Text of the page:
Professor Williams was at his desk, though, his lanky form huddled over the rough old wooden slab as he nibbled at a homemade sandwich, his graying and thinning hair sticking up in varying directions. Spying Walter, he waved and motioned him into the small, overcrowded space.
“Mr. Lucas. Entre vous.” He put down the sandwich and moved a pile of file folders off a chair. “What can I do for you?” When Walter didn’t answer right away, Williams studied him a moment before wincing. “Oh damn. They didn’t give you permission to live off campus.”
Walter shrugged, trying to make like it didn’t matter. “It was a long shot.”
“It was pretty important to you, as I recall.” He sighed and wiped his mouth with a napkin. “For the record, I went to the board and the dean personally and pled your case. Though in hindsight that might have not been the best plan. They seem even more irritated with me this year than usual.”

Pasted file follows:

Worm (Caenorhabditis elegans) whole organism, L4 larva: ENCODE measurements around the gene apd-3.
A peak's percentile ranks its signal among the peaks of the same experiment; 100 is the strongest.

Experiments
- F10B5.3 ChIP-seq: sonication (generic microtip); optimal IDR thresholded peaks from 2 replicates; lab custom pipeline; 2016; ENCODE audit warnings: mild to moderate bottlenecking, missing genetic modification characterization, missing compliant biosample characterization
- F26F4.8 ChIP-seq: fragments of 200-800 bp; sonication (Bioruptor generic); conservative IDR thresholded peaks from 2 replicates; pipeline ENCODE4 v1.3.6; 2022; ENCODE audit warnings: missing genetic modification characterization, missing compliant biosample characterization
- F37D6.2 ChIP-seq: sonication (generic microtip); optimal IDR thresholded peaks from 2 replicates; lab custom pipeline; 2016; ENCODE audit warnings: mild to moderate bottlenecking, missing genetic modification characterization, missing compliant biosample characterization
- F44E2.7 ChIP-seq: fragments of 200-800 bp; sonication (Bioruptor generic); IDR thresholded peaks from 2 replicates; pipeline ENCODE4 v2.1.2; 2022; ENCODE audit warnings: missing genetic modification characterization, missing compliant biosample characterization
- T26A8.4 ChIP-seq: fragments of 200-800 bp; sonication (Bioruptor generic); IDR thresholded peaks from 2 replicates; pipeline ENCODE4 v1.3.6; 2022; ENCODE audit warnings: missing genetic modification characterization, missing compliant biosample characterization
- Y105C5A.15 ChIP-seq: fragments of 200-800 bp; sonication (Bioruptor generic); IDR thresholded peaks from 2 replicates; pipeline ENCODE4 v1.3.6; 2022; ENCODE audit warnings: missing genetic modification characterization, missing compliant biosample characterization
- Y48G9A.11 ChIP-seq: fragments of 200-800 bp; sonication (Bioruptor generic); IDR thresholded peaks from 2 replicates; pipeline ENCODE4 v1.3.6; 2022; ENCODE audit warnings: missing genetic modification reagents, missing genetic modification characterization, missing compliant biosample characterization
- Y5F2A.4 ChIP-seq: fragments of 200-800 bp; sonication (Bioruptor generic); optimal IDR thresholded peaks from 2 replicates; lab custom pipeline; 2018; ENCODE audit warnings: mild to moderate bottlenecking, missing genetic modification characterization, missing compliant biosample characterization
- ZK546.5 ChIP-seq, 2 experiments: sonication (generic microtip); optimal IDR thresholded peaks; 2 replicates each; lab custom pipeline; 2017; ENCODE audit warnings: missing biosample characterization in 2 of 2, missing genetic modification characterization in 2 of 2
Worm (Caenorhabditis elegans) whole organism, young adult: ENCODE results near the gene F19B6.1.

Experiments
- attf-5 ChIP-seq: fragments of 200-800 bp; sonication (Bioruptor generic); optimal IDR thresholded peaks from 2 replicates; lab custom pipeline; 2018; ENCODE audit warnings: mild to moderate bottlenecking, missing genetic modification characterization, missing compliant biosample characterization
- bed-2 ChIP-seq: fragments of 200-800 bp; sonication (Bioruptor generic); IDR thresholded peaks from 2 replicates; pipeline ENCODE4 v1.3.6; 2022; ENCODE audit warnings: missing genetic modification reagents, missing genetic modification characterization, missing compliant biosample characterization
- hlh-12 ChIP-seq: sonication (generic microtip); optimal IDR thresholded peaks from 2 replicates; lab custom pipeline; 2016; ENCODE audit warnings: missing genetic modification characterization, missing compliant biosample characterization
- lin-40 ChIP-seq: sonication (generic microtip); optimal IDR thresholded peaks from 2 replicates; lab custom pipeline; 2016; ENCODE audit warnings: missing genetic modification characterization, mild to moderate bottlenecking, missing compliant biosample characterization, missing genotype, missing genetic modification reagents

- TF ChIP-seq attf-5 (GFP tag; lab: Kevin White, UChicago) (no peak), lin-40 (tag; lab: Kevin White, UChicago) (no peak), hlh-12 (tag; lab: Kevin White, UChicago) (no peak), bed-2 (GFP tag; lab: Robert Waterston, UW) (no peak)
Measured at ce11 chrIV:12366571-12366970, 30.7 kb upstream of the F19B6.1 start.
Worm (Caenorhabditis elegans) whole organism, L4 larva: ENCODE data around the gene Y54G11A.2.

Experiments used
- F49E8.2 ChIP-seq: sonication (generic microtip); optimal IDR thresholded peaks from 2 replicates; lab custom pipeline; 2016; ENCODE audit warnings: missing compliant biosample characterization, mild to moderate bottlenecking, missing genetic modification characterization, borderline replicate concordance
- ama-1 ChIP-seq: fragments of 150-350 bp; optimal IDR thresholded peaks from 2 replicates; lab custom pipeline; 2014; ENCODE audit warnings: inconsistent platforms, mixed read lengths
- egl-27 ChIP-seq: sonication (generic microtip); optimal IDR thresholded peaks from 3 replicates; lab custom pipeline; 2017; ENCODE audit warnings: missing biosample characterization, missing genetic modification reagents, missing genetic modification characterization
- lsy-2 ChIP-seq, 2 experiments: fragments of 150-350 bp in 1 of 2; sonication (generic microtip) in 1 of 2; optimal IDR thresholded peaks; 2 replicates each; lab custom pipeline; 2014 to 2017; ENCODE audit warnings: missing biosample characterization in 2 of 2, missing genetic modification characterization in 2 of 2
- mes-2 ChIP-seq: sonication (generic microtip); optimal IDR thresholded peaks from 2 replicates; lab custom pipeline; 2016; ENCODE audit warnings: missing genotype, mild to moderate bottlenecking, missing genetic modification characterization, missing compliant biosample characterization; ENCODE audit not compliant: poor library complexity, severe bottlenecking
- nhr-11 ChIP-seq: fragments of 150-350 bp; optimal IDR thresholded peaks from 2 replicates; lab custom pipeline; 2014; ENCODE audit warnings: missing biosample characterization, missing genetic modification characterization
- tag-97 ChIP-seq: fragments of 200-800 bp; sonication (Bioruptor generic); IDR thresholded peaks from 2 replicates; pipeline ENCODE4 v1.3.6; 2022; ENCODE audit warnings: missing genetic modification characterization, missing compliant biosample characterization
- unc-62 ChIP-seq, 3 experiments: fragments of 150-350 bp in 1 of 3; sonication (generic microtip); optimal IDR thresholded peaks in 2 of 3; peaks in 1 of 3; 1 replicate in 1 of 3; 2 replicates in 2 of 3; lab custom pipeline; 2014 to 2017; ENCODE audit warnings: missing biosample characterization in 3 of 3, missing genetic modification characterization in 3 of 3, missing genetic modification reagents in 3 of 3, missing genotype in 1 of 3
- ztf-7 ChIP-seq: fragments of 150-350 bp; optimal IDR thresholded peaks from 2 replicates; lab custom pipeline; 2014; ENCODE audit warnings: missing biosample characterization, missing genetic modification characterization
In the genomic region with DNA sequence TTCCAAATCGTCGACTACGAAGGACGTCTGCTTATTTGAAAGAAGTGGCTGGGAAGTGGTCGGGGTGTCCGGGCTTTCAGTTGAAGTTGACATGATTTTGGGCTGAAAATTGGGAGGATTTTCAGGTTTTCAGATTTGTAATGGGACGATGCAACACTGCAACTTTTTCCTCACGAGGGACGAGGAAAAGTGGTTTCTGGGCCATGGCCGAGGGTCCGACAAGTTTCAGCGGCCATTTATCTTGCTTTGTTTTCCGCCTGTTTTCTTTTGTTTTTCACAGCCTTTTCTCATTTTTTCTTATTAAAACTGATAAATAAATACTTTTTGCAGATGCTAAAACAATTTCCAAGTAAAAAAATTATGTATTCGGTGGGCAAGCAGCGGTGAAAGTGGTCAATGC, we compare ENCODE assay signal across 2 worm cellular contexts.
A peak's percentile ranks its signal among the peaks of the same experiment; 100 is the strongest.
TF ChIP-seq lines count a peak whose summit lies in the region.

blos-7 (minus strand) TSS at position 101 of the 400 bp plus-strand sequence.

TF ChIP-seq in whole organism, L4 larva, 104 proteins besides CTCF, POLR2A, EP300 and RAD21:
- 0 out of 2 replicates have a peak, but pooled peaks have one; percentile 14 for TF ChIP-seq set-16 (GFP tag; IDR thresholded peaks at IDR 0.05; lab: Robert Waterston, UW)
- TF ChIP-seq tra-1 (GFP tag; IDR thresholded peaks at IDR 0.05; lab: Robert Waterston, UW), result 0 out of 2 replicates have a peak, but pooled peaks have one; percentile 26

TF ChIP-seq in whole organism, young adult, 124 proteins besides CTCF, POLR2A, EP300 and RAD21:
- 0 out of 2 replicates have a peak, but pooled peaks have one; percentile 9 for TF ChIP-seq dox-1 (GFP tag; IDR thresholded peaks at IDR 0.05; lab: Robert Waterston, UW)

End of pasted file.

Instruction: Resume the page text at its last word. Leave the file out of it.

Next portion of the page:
“It’s okay, really.”
Williams looked at Walter over the top of his wire-rimmed glasses, and Walter sighed before slouching in the chair.
“Okay. It sucks ass and not in a good way. I think I’ve been preparing myself for it ever since I got that notice from the bank, though.”
“Still, I’m sorry, Walter.” After pouring coffee into two chipped mugs from a battered thermos, Williams handed one to Walter. “Wish I kept a flask in here so I could make this Irish. Even though I’m not sure that’s kosher, giving alcohol to a student no matter whether or not you’re a legal eagle—today I would, because today sucks for you.”
“Thanks.” Walter took a sip of the lukewarm rotgut coffee and felt like he’d gone home. Some of the best moments in his life had been in this office drinking bad coffee with Williams. “How’s the family?”